• There is no single checklist or factor that can determine when a student needs extra support and what kind of support that might be, which is why it is imperative to work in close collaboration with ESL educators, family members, special educators, and reading/speech specialists if you are reviewing a student's situation.
  • The types of support that students receive in special education are different than those that students receive in ESL classes. Referral to special education is not a silver bullet where students will "at least get some help." A special education referral is a step that should only be taken after careful progress monitoring and targeted instruction (in the absence of an immediate and obvious need for services) and in consultation with a team that includes ESL educators and the student's family.

Related resources

Video: Having enough data to look at progress over time

Tips for Collaboration

12. Reach out to your ELL colleagues for ideas.

Don't hesitate to reach out to ELL colleagues in your building or district (they may have a wide range of titles). They are experts in supporting ELL instruction. Even if schools have not made formal collaboration time a priority, you can start with small steps. A concrete question or example is often a very good place to start collaboration.

If you find the collaboration helpful, share your successes with colleagues and administrators — you may be able to advocate for more collaboration time in the future! While it may be difficult to find time to meet on a regular basis, increased collaboration among all of the educators working with ELLs will improve their chances for success.

Video: Collaborating to support an ELL with special needs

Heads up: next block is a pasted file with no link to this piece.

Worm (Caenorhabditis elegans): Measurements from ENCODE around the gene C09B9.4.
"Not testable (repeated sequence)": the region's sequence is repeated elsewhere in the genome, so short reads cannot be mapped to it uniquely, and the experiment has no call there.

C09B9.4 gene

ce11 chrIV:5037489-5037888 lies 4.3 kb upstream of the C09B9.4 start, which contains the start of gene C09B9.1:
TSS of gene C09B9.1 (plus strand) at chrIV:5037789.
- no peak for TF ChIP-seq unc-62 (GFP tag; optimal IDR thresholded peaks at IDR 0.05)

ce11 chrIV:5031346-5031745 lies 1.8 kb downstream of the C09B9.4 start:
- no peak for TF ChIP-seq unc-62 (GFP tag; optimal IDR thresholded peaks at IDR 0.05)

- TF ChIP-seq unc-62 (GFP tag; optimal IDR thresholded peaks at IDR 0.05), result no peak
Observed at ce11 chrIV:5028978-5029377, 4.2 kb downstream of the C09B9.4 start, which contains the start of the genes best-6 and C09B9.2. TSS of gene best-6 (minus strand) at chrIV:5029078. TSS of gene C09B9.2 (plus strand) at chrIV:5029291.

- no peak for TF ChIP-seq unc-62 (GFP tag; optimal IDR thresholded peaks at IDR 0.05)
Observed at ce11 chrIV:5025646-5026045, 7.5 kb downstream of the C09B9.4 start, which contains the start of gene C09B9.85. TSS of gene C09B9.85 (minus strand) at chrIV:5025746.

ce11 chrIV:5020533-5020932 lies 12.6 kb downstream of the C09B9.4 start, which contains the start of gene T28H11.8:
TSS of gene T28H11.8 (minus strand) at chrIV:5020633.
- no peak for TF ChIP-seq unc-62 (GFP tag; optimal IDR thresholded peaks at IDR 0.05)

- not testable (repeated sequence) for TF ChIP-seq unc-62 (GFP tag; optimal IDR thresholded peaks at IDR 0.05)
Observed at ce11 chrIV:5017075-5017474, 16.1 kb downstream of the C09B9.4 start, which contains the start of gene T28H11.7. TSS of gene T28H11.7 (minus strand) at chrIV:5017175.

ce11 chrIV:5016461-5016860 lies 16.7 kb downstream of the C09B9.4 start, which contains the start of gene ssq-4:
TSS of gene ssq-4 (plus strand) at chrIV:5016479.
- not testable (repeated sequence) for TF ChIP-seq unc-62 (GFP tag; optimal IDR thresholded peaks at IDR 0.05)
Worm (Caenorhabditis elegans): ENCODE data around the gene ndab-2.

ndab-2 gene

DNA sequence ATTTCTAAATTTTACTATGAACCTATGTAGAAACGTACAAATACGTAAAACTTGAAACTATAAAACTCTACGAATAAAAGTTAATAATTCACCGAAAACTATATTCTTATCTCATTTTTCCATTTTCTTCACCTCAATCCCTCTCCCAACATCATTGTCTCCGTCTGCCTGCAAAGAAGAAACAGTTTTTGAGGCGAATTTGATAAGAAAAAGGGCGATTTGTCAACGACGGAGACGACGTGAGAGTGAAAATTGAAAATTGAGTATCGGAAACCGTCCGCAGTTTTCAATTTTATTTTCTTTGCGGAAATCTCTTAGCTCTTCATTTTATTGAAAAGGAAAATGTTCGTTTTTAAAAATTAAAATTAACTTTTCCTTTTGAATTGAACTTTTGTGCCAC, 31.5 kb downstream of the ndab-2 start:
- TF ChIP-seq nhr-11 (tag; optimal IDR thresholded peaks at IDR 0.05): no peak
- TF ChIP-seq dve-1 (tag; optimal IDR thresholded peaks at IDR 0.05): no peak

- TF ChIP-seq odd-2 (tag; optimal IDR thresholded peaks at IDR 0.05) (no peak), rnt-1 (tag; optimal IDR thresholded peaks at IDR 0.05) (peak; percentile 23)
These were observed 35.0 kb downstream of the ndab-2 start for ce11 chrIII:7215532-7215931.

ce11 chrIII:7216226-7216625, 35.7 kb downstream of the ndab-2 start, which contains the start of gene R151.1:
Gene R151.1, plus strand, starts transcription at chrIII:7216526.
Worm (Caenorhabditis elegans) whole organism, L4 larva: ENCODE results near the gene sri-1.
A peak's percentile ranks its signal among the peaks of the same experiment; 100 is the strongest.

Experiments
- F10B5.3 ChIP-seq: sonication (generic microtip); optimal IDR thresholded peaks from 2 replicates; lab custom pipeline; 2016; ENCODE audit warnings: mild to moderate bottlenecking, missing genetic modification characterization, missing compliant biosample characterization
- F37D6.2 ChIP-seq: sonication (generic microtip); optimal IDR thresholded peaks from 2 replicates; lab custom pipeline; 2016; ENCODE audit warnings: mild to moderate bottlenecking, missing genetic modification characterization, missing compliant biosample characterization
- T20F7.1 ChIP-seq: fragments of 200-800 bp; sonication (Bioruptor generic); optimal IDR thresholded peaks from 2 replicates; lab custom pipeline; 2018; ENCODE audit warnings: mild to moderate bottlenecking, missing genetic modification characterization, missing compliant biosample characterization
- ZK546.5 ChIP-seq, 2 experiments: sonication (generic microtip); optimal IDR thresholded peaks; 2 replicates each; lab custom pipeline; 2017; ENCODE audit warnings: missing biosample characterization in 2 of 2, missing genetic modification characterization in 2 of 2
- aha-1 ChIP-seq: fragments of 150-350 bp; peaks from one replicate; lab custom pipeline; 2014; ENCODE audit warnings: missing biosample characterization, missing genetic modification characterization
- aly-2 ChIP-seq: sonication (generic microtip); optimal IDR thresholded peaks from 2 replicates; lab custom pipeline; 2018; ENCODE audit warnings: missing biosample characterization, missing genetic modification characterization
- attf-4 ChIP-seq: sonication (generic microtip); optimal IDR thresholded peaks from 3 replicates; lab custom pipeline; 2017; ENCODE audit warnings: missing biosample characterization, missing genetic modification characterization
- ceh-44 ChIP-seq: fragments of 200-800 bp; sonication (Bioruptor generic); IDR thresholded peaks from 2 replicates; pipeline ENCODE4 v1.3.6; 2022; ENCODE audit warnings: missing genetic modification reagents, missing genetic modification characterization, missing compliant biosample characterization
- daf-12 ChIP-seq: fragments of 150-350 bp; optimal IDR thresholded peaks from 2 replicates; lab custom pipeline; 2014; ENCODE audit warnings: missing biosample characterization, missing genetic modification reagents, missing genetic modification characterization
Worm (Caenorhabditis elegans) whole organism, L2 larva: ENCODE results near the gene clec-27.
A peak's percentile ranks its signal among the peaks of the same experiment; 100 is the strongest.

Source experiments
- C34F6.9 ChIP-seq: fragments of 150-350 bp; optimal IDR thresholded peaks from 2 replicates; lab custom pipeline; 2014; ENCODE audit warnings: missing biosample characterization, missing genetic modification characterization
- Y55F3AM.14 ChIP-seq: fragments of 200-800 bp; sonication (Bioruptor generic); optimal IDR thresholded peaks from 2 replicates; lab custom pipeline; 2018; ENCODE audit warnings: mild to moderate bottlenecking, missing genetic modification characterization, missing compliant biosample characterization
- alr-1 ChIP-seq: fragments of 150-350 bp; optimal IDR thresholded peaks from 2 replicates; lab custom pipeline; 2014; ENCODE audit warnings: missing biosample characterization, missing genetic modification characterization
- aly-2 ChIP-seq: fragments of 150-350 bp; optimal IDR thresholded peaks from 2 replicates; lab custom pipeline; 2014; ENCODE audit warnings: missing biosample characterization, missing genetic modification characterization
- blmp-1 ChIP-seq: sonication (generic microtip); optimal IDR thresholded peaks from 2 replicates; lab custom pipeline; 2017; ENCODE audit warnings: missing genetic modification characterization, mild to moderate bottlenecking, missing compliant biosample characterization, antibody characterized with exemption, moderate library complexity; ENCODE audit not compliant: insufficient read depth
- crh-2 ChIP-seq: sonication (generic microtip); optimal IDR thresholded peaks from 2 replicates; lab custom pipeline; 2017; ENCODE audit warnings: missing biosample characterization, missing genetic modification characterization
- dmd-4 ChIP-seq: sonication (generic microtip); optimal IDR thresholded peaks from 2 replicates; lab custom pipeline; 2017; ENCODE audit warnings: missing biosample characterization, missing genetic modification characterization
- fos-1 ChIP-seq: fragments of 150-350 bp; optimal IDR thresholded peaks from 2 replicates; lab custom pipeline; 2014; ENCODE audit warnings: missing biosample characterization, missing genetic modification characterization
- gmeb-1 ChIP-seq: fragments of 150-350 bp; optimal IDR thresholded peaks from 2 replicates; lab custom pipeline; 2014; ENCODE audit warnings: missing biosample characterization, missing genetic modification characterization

Closing Thoughts

There is a lot of information here, but remember that it's ok to start with small steps. And when something doesn't work, don't hesitate to go back to the drawing board! Make some adjustments and try again, and if it still doesn't work, move on to a new strategy. You will soon find what works for your students and will come to appreciate the privilege to be a part of their journey.

Video: When new strategies don't work

Discussion Questions

  • What are some strategies that you can try here on your own?
  • What are some topics you would like to learn more about in professional development?
  • What is an example of a lesson you might teach differently in the future?
  • What are some ways you can try collaborating with your other ESOL or bilingual colleagues?


Fillmore, Lily Wong and Snow, Catherine. Digest summary of "What Teachers Need to Know About Language." November 2000. Retrieved 9/1/09. http://www.cal.org/resources/digest/0006fillmore.html

Jules, Jacqueline. "10 Ways to Support ELLs in the School Library." Colorín Colorado, 2009.


You are welcome to print copies or republish materials for non-commercial use as long as credit is given to Colorín Colorado and the author(s). For commercial use, please contact [email protected].

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The information provided above was effective in my area. I did use it for my context.

Thanks for sharing,